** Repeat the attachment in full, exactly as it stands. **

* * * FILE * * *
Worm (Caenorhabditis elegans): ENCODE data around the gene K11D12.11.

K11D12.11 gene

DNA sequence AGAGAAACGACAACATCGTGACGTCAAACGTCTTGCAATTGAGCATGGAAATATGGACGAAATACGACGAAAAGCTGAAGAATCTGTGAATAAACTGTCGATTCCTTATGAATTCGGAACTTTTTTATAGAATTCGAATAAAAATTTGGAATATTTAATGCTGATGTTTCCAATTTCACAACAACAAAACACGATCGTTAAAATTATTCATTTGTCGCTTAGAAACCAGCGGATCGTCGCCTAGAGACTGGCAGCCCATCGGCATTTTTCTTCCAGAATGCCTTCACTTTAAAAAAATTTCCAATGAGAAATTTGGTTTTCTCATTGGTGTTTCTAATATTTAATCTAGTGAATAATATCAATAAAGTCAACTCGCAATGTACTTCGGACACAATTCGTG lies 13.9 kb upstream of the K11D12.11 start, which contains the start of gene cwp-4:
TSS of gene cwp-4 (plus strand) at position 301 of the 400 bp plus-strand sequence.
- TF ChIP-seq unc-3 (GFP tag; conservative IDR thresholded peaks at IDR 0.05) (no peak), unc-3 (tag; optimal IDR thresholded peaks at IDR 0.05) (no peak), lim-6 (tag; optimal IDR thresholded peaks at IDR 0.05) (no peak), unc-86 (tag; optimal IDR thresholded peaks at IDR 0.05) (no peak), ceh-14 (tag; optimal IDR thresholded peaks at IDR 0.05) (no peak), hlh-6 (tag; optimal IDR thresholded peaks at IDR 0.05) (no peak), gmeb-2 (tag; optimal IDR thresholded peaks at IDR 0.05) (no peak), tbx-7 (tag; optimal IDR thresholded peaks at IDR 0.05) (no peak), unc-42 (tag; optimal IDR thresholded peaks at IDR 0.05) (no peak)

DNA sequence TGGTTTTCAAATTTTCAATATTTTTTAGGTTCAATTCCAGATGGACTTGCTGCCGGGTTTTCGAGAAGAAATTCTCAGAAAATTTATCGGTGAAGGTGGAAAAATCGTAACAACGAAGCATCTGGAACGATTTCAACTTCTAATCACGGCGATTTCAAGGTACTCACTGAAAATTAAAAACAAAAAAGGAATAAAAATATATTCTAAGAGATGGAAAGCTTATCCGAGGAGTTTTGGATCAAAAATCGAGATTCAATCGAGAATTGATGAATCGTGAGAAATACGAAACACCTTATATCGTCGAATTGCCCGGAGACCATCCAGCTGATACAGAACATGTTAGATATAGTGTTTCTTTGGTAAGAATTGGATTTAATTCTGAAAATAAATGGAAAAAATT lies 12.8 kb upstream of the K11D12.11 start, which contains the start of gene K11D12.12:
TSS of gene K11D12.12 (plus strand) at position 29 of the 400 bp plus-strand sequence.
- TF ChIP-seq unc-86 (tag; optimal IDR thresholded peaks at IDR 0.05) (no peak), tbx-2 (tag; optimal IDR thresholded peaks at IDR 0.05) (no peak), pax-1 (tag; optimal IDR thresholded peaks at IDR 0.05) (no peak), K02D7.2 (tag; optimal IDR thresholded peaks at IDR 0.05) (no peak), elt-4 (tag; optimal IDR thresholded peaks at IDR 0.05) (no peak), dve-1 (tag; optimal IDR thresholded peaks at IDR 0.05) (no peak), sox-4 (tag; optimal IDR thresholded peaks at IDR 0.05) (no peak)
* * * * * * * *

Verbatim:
Worm (Caenorhabditis elegans): ENCODE data around the gene K11D12.11.

K11D12.11 gene

DNA sequence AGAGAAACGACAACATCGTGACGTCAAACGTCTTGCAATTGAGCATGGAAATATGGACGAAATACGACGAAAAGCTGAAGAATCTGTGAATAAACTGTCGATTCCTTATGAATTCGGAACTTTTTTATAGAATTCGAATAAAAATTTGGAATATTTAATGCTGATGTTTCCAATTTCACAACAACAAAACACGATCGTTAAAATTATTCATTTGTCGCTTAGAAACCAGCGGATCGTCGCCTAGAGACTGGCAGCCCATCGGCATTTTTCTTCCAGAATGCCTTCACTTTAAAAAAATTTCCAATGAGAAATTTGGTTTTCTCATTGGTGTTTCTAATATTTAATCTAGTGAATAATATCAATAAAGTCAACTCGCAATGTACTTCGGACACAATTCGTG lies 13.9 kb upstream of the K11D12.11 start, which contains the start of gene cwp-4:
TSS of gene cwp-4 (plus strand) at position 301 of the 400 bp plus-strand sequence.
- TF ChIP-seq unc-3 (GFP tag; conservative IDR thresholded peaks at IDR 0.05) (no peak), unc-3 (tag; optimal IDR thresholded peaks at IDR 0.05) (no peak), lim-6 (tag; optimal IDR thresholded peaks at IDR 0.05) (no peak), unc-86 (tag; optimal IDR thresholded peaks at IDR 0.05) (no peak), ceh-14 (tag; optimal IDR thresholded peaks at IDR 0.05) (no peak), hlh-6 (tag; optimal IDR thresholded peaks at IDR 0.05) (no peak), gmeb-2 (tag; optimal IDR thresholded peaks at IDR 0.05) (no peak), tbx-7 (tag; optimal IDR thresholded peaks at IDR 0.05) (no peak), unc-42 (tag; optimal IDR thresholded peaks at IDR 0.05) (no peak)

DNA sequence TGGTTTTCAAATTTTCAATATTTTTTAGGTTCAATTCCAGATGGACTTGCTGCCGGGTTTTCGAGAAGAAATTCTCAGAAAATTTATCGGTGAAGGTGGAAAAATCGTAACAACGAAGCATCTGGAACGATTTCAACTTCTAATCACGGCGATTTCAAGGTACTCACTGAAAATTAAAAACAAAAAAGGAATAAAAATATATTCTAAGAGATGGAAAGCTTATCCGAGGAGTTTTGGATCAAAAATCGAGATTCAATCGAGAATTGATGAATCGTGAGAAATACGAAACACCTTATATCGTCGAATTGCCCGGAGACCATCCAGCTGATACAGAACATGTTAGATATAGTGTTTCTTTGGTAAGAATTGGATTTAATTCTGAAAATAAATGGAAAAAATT lies 12.8 kb upstream of the K11D12.11 start, which contains the start of gene K11D12.12:
TSS of gene K11D12.12 (plus strand) at position 29 of the 400 bp plus-strand sequence.
- TF ChIP-seq unc-86 (tag; optimal IDR thresholded peaks at IDR 0.05) (no peak), tbx-2 (tag; optimal IDR thresholded peaks at IDR 0.05) (no peak), pax-1 (tag; optimal IDR thresholded peaks at IDR 0.05) (no peak), K02D7.2 (tag; optimal IDR thresholded peaks at IDR 0.05) (no peak), elt-4 (tag; optimal IDR thresholded peaks at IDR 0.05) (no peak), dve-1 (tag; optimal IDR thresholded peaks at IDR 0.05) (no peak), sox-4 (tag; optimal IDR thresholded peaks at IDR 0.05) (no peak)